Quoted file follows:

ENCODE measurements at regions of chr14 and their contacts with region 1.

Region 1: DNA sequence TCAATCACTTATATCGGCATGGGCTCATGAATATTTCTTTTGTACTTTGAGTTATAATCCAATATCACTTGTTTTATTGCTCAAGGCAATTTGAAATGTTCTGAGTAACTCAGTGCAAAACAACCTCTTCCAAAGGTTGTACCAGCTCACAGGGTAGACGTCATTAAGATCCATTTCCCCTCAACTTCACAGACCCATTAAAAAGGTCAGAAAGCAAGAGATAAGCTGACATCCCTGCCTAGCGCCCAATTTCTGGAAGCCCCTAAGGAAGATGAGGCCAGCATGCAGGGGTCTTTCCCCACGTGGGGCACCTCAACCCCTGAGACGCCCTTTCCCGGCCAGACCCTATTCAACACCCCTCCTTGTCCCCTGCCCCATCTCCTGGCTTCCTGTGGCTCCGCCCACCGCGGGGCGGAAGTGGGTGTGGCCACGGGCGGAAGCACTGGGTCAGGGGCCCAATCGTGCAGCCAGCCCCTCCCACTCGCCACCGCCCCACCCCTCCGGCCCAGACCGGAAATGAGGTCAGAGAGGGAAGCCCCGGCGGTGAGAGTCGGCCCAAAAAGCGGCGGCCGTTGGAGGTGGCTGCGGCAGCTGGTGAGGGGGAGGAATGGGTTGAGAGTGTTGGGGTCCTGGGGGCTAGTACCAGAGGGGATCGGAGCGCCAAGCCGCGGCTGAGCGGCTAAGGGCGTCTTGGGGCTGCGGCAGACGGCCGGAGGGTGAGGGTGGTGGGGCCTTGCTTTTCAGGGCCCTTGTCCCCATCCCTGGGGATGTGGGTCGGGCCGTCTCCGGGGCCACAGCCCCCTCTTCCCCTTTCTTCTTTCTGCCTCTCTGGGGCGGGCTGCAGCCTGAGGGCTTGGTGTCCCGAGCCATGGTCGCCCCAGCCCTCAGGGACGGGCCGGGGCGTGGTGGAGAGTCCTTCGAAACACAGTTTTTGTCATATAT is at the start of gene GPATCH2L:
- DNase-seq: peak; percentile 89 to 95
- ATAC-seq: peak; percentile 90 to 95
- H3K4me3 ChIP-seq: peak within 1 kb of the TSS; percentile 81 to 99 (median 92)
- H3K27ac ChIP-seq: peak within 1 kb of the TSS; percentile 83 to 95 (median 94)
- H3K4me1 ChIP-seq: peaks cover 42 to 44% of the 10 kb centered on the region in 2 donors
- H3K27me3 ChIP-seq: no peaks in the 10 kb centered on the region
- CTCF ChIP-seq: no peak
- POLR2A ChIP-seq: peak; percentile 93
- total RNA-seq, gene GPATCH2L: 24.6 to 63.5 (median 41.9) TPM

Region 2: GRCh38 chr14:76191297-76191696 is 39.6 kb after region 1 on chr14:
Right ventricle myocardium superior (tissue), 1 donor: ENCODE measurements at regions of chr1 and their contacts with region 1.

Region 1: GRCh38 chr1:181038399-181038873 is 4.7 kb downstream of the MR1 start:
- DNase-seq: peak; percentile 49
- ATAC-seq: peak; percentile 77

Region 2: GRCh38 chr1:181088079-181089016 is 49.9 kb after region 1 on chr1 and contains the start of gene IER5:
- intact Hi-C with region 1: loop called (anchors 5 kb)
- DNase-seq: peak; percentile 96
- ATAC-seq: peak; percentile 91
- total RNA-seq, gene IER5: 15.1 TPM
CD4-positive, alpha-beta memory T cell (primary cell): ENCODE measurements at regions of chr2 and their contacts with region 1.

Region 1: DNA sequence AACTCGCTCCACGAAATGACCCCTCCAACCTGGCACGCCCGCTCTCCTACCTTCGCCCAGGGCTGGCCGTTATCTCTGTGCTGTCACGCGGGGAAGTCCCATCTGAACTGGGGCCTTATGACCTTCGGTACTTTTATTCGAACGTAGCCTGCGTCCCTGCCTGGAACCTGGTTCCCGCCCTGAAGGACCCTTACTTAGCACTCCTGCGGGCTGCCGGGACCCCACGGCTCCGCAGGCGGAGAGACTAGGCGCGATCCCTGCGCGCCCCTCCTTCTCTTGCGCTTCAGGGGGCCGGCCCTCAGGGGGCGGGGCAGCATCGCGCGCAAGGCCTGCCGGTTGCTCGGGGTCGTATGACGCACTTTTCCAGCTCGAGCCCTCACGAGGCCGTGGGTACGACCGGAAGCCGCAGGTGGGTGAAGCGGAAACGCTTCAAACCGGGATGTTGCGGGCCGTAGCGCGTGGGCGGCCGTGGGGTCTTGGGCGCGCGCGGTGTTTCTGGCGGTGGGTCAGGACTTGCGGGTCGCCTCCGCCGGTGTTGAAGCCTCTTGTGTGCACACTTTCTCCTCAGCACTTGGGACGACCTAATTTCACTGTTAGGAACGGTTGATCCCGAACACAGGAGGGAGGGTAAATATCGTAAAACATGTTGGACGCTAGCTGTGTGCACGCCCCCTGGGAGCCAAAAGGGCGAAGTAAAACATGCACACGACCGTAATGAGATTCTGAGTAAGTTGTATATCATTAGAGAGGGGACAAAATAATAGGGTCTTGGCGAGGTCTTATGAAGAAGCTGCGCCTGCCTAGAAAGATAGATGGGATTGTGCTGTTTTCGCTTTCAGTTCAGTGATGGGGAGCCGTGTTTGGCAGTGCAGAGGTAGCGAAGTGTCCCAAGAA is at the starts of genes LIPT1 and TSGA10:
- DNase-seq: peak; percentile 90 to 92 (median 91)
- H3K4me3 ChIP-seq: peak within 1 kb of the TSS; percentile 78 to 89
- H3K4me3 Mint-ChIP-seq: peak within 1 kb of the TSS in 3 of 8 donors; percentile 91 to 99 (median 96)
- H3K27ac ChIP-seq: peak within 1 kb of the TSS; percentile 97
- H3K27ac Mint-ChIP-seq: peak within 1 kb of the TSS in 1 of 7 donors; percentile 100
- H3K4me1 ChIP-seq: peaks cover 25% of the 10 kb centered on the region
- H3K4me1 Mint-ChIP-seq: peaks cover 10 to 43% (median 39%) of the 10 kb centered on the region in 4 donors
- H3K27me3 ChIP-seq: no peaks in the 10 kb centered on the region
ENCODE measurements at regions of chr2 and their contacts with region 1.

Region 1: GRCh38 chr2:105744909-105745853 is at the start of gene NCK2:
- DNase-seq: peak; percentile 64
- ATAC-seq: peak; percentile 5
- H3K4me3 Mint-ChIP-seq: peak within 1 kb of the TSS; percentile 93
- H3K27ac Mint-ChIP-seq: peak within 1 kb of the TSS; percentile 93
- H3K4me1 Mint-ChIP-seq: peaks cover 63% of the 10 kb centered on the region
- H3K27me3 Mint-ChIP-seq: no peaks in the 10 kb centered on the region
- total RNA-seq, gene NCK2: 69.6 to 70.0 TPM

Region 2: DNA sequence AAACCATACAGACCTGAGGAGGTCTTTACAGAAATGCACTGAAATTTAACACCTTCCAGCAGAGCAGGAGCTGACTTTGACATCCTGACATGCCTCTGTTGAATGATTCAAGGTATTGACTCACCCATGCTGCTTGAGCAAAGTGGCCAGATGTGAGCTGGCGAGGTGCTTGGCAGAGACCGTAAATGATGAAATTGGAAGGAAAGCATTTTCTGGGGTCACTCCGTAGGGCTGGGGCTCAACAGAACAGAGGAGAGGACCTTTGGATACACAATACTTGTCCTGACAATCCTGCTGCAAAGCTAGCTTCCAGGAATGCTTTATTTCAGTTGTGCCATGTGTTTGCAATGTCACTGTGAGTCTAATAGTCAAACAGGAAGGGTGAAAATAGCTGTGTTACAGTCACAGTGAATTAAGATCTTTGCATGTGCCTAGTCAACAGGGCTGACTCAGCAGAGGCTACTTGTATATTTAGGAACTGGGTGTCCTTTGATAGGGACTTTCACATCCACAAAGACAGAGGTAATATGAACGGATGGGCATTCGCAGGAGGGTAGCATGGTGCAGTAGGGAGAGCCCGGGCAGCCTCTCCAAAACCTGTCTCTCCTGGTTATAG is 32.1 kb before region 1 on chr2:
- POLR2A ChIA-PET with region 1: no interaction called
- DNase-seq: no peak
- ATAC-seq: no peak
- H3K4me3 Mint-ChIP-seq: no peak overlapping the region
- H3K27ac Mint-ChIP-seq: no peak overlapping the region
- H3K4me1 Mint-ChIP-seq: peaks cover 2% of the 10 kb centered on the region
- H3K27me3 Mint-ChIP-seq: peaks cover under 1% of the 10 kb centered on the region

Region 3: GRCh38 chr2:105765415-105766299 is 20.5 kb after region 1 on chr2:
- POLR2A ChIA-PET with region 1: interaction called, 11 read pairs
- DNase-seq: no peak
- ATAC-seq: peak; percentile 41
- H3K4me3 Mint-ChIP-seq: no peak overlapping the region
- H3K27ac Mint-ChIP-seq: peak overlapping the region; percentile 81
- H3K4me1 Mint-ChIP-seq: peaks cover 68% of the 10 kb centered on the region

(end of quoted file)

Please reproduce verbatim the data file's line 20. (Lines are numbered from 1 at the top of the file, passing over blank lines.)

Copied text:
- ATAC-seq: peak; percentile 91